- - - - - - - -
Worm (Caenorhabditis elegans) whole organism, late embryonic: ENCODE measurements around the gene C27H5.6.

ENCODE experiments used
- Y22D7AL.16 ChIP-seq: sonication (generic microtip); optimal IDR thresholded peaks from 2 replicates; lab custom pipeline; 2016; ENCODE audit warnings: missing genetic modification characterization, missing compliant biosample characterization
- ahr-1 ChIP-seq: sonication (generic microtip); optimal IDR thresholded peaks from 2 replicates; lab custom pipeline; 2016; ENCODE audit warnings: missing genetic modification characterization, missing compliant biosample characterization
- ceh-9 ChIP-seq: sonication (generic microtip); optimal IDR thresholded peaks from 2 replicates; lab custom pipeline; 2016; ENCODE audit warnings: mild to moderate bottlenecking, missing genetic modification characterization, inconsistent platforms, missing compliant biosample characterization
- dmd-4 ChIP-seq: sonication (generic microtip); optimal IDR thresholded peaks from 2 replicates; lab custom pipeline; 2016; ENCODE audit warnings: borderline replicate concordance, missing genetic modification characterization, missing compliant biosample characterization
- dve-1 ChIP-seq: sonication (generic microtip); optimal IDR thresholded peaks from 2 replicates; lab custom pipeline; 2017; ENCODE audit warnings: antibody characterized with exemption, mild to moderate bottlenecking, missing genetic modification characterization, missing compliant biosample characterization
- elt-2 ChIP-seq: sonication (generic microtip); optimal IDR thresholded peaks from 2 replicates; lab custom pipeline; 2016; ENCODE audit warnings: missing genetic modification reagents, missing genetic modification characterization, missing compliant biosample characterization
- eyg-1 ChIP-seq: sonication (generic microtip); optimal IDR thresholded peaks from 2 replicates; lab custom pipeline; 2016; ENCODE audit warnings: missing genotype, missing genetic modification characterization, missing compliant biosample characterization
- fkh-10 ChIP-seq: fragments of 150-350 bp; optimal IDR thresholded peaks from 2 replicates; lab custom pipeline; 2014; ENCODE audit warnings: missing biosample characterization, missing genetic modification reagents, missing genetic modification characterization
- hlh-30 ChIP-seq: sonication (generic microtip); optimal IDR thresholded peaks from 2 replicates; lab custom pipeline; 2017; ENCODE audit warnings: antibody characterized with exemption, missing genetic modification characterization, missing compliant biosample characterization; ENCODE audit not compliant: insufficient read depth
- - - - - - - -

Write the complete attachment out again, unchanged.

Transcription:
Worm (Caenorhabditis elegans) whole organism, late embryonic: ENCODE measurements around the gene C27H5.6.

ENCODE experiments used
- Y22D7AL.16 ChIP-seq: sonication (generic microtip); optimal IDR thresholded peaks from 2 replicates; lab custom pipeline; 2016; ENCODE audit warnings: missing genetic modification characterization, missing compliant biosample characterization
- ahr-1 ChIP-seq: sonication (generic microtip); optimal IDR thresholded peaks from 2 replicates; lab custom pipeline; 2016; ENCODE audit warnings: missing genetic modification characterization, missing compliant biosample characterization
- ceh-9 ChIP-seq: sonication (generic microtip); optimal IDR thresholded peaks from 2 replicates; lab custom pipeline; 2016; ENCODE audit warnings: mild to moderate bottlenecking, missing genetic modification characterization, inconsistent platforms, missing compliant biosample characterization
- dmd-4 ChIP-seq: sonication (generic microtip); optimal IDR thresholded peaks from 2 replicates; lab custom pipeline; 2016; ENCODE audit warnings: borderline replicate concordance, missing genetic modification characterization, missing compliant biosample characterization
- dve-1 ChIP-seq: sonication (generic microtip); optimal IDR thresholded peaks from 2 replicates; lab custom pipeline; 2017; ENCODE audit warnings: antibody characterized with exemption, mild to moderate bottlenecking, missing genetic modification characterization, missing compliant biosample characterization
- elt-2 ChIP-seq: sonication (generic microtip); optimal IDR thresholded peaks from 2 replicates; lab custom pipeline; 2016; ENCODE audit warnings: missing genetic modification reagents, missing genetic modification characterization, missing compliant biosample characterization
- eyg-1 ChIP-seq: sonication (generic microtip); optimal IDR thresholded peaks from 2 replicates; lab custom pipeline; 2016; ENCODE audit warnings: missing genotype, missing genetic modification characterization, missing compliant biosample characterization
- fkh-10 ChIP-seq: fragments of 150-350 bp; optimal IDR thresholded peaks from 2 replicates; lab custom pipeline; 2014; ENCODE audit warnings: missing biosample characterization, missing genetic modification reagents, missing genetic modification characterization
- hlh-30 ChIP-seq: sonication (generic microtip); optimal IDR thresholded peaks from 2 replicates; lab custom pipeline; 2017; ENCODE audit warnings: antibody characterized with exemption, missing genetic modification characterization, missing compliant biosample characterization; ENCODE audit not compliant: insufficient read depth